Why Nicky-Nack?

It was well known that woods in the area were infested by all sorts of terrible spirits and ghosts, particularly after dark on damp, misty nights.

One night, a man who had enjoyed several drinks, was returning home through the woods when he was spooked by a “nicky-nack” noise echoing slowly through the trees. He tried to run to shake it off, but however fast he ran, the noise kept pace with him. He imagined it contained a sinister message, “click and catch ‘im, click and catch ‘im”, so he ran faster still.

The Northern Echo:

The Blue Tigers marching band outside the Daleside Arms in Croxdale in 2018. The Daleside was originally the NickyNack Inn where it is said that a man passed away having been scared out of his wits by the ghost of NickyNack

But the noise ran with him. It seemed to be coming from the other side of the beck – it was as if the murderous spirit was stopped by the water from grabbing hold of him and disembowelling him most horribly.

Panicked beyond belief, he dashed into the bar of the Nicky-Nack Inn, gushed out his story and died of exhaustion.

Then someone noticed on one of his boots there was a loose heel plate – perhaps it was one of the earliest “segs” (or segments of metal) invented in 1880 by Keighley shoemaker John Blakey and to this day known as Blakey Segs.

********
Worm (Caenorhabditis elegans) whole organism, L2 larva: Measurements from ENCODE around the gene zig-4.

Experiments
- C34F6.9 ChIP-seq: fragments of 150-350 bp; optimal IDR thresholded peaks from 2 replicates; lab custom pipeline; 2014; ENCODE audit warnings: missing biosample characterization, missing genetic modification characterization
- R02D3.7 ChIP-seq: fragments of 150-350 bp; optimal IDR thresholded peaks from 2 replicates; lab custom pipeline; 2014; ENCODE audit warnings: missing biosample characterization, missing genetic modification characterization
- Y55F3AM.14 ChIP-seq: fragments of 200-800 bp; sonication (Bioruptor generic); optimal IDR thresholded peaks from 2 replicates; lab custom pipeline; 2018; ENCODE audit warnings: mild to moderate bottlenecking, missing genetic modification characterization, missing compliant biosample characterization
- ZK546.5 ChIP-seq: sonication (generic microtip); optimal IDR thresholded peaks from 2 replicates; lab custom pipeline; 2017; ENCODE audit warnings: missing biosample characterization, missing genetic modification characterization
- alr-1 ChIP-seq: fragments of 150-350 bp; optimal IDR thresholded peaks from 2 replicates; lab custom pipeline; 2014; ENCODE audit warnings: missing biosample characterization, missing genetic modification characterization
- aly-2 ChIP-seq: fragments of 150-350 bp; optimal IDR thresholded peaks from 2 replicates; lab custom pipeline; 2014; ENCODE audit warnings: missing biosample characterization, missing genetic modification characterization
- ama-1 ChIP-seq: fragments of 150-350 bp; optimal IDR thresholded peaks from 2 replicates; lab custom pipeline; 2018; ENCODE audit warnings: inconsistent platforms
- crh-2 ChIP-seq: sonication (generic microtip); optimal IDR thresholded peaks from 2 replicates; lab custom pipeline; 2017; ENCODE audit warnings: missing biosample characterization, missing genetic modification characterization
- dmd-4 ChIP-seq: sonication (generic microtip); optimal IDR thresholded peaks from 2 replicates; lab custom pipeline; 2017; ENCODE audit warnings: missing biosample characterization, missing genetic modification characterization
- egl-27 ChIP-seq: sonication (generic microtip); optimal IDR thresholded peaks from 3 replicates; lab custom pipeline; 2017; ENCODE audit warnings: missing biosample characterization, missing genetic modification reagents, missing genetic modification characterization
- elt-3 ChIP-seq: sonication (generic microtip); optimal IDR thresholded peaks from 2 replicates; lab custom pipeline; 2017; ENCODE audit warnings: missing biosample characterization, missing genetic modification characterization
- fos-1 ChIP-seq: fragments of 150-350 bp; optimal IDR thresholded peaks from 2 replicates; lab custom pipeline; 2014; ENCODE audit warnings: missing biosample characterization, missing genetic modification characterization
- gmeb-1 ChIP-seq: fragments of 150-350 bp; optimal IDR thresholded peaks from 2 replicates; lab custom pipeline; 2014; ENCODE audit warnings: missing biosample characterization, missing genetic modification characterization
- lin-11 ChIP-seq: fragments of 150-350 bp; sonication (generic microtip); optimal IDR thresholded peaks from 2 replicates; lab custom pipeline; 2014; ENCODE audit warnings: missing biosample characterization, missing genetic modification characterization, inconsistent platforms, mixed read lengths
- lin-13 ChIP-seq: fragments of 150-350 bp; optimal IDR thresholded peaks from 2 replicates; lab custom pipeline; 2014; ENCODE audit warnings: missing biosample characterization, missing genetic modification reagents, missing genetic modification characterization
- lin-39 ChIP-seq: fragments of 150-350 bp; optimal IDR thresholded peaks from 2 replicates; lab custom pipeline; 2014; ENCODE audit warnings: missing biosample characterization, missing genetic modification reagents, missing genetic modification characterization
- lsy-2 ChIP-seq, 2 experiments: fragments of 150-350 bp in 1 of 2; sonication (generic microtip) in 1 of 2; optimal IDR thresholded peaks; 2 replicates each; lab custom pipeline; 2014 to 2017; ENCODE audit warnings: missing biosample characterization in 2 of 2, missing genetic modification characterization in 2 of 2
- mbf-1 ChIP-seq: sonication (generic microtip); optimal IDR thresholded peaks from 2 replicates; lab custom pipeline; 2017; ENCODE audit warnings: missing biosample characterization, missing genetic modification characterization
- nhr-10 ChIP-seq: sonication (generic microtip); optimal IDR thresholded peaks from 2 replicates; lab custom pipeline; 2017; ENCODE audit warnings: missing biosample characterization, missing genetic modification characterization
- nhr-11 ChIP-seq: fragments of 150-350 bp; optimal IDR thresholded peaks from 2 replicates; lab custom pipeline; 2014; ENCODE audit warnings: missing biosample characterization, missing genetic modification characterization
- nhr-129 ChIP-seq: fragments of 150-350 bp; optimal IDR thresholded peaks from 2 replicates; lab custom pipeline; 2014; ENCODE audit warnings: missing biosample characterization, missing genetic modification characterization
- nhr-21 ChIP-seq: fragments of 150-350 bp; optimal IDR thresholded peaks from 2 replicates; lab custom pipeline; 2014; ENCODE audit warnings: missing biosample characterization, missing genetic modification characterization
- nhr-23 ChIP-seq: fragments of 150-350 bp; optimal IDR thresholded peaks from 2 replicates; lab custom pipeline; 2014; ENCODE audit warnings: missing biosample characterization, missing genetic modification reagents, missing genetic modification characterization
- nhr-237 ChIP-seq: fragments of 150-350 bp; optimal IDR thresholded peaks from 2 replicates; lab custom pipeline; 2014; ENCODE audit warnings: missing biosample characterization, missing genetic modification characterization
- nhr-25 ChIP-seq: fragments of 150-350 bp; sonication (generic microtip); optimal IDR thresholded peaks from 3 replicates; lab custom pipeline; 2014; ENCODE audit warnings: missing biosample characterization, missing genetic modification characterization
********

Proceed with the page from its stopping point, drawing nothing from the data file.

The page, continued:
Anyway, when the shoe moved, the heel plate flapped against the sole of the boot and made a “nicky-nack” noise.

And so it dawned on them: the poor fellow had killed himself trying to run away from the noise of his own boot which had been magnified by a terrifying echo from the dense trees of the Nicky-Nack Wood.

Although today you can’t get a drink at the Nicky-Nack Inn – since the mid 1990s it has been called the Daleside Inn – you do still cross the Nicky-Nack Bridge over the Nicky-Nack Beck, and at the Nicky-Nack’s confluence there used to be a Nicky-Nack pillbox.

BY COINCIDENCE, this month 150 years ago, the Darlington & Stockton Times was reporting how 400 men and boys had become trapped in Brancepeth Colliery, causing anguished scenes on the surface.

It happened one Thursday August evening when a rope had broken, allowing a set of coal tubs to run 300 yards down an underground incline before coming to a stop in an almighty crash. The wreckage blocked the shaft and so the faceworkers could not get out.

“The relatives of the workmen and lads (about 400 in number) assembled on the pitheap and it required the greatest exertions on the part of Sgt Wood and three constables to prevent an accident from some of them falling down the pit shaft,” said the D&S.

After several hours of panic, a way through the wreckage was cleared and the prisoners escaped. But amid the wreckage was found the body of 15-year-old William Moud.

“He had apparently been riding to the shaft from his work, thereby breaking the rules of the colliery, when the smash-up took place in which he lost his life,” said the D&S unsympathetically. “A verdict of ‘accidental death’ was returned.”